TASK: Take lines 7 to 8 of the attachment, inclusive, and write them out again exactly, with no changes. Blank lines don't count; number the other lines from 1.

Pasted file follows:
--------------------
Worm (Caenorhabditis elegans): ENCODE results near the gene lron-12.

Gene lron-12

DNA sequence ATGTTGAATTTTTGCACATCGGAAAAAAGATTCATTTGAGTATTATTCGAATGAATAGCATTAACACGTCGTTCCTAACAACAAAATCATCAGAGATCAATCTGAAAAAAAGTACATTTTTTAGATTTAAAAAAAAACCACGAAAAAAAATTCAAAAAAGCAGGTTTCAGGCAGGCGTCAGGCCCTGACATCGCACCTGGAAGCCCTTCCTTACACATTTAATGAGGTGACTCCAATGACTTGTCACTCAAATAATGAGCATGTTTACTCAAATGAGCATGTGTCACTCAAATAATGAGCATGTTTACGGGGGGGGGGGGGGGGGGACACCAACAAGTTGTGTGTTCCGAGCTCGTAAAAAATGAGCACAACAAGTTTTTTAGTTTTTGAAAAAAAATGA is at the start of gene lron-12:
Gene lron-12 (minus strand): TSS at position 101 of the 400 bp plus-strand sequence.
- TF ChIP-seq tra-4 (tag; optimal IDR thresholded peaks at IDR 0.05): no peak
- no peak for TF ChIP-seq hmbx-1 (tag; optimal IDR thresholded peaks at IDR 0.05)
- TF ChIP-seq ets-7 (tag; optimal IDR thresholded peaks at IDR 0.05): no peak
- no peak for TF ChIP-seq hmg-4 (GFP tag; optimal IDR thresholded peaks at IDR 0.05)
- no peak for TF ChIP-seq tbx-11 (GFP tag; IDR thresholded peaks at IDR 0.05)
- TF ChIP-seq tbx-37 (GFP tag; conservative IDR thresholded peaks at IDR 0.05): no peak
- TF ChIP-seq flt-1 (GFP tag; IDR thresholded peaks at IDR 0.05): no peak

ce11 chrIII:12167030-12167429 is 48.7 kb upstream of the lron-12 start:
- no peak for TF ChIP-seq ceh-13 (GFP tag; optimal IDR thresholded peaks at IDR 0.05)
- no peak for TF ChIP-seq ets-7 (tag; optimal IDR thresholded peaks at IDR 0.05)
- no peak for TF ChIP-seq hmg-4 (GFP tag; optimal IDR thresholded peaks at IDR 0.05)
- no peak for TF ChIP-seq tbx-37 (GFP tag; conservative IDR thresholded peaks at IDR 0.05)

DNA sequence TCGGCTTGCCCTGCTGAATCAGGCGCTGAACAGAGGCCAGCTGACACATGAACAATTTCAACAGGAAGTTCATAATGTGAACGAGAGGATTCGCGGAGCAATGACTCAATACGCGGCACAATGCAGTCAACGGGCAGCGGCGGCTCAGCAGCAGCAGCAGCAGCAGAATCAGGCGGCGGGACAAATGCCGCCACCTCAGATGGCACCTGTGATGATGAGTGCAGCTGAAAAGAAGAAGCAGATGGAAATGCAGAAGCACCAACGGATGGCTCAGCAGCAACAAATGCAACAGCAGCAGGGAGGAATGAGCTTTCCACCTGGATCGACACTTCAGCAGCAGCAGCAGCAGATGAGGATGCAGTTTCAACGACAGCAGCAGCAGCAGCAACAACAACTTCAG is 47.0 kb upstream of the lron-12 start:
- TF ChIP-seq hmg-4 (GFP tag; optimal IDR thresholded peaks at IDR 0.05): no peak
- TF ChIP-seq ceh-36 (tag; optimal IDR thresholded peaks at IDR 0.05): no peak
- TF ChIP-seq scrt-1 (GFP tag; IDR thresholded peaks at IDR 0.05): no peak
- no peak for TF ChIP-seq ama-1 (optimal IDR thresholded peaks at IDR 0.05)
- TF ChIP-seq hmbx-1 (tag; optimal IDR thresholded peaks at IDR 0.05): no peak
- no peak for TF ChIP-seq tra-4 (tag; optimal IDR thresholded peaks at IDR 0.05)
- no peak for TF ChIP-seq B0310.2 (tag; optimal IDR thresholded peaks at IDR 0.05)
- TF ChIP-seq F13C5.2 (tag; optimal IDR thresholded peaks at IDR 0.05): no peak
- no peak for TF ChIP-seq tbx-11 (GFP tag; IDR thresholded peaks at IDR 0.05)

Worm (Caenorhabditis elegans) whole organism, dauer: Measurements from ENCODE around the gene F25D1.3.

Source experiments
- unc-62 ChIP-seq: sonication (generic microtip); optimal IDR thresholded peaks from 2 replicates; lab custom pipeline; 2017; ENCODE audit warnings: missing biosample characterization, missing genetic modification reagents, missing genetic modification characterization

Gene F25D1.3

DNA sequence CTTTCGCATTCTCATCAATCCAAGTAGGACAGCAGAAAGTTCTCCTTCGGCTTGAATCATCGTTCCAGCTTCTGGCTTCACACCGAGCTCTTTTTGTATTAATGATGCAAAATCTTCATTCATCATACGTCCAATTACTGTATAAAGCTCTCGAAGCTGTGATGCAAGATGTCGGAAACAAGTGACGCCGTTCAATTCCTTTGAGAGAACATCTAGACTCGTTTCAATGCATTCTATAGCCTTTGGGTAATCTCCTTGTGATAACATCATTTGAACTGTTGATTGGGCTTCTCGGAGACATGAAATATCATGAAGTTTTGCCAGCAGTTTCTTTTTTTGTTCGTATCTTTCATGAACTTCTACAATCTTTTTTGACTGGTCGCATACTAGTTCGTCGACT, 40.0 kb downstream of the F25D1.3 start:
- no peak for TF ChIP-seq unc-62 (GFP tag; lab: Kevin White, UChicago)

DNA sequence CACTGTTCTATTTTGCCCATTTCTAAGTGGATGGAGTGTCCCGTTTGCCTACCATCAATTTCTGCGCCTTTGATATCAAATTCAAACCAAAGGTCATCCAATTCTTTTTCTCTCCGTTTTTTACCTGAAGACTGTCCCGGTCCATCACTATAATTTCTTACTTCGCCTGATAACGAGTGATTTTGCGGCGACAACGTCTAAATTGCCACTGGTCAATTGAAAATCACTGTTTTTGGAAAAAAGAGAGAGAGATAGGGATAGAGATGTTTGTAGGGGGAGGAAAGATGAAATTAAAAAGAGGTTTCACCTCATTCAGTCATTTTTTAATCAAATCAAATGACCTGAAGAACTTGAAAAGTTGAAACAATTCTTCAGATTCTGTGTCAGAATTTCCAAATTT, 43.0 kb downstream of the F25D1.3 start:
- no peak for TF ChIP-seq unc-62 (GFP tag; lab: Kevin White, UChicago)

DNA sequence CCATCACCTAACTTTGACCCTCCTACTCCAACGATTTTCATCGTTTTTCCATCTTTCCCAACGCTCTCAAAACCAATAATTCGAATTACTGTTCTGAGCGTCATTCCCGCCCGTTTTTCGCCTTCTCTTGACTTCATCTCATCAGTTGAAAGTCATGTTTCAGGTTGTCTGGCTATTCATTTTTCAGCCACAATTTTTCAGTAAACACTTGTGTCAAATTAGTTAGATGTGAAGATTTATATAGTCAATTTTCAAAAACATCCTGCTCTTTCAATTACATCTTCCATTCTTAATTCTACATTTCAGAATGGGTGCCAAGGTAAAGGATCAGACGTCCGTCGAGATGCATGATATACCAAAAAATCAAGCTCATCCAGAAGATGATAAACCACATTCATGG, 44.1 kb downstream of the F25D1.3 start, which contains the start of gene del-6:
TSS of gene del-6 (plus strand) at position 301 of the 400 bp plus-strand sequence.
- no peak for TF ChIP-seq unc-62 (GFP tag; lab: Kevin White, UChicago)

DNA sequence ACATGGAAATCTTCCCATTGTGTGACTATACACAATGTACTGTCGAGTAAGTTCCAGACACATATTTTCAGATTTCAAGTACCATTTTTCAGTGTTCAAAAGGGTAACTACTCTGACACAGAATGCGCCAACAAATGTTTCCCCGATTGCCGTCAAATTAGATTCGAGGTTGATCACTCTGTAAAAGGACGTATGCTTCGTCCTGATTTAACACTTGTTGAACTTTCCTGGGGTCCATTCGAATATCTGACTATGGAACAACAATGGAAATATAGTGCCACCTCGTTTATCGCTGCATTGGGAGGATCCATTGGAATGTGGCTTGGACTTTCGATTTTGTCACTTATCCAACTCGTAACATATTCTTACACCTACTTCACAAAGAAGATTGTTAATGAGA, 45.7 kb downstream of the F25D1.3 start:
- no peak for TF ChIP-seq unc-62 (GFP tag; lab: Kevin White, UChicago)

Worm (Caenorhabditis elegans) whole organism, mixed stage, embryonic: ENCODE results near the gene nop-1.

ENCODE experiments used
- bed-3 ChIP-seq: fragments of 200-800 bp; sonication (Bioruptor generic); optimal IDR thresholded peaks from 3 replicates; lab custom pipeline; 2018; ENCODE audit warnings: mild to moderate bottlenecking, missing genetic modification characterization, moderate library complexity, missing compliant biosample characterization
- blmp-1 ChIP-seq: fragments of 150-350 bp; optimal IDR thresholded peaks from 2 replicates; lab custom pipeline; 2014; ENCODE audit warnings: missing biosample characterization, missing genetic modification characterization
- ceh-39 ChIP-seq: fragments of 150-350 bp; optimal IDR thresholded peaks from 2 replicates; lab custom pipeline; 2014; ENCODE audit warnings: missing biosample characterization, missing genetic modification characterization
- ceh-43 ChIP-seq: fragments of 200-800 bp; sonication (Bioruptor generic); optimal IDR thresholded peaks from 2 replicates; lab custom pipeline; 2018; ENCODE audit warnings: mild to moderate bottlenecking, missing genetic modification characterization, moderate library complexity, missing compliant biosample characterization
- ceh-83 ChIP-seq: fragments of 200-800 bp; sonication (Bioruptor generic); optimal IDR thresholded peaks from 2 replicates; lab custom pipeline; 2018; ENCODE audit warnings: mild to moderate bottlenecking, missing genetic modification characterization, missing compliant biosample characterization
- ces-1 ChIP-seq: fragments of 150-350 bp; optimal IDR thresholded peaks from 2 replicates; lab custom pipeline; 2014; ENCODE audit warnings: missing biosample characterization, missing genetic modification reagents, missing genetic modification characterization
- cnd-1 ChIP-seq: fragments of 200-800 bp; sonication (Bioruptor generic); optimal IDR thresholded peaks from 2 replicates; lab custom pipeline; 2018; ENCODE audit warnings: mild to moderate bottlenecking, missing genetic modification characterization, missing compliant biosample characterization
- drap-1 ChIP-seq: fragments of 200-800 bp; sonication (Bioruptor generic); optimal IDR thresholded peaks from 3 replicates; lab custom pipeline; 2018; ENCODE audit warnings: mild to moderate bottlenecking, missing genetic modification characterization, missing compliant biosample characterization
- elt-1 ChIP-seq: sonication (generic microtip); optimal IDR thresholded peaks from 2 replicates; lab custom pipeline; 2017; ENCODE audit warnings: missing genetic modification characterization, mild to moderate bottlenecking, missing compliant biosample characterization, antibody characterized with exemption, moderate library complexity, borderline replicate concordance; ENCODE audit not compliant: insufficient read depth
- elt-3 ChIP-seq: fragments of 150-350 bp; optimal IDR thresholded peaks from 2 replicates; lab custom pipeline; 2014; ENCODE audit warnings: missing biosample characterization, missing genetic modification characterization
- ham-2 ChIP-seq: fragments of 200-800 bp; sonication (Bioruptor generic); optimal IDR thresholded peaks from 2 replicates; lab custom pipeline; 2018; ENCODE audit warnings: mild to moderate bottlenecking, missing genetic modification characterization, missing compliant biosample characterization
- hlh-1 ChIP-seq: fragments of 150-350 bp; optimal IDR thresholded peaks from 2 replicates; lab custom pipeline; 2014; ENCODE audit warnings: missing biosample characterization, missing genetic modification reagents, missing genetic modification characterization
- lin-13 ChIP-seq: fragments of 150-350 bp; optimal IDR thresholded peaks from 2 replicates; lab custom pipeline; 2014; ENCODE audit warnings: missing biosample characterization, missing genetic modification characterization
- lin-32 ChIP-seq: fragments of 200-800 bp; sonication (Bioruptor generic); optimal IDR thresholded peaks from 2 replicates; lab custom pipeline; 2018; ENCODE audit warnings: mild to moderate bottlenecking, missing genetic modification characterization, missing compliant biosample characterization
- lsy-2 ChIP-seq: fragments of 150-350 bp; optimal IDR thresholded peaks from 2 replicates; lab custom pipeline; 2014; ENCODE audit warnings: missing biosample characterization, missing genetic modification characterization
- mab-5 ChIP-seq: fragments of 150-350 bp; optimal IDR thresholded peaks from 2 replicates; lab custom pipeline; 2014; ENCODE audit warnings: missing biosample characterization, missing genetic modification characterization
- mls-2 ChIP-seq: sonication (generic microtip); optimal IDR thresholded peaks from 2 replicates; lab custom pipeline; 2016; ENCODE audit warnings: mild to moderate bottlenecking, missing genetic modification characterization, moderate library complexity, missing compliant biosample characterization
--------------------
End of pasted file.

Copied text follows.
- TF ChIP-seq ets-7 (tag; optimal IDR thresholded peaks at IDR 0.05): no peak
- no peak for TF ChIP-seq hmg-4 (GFP tag; optimal IDR thresholded peaks at IDR 0.05)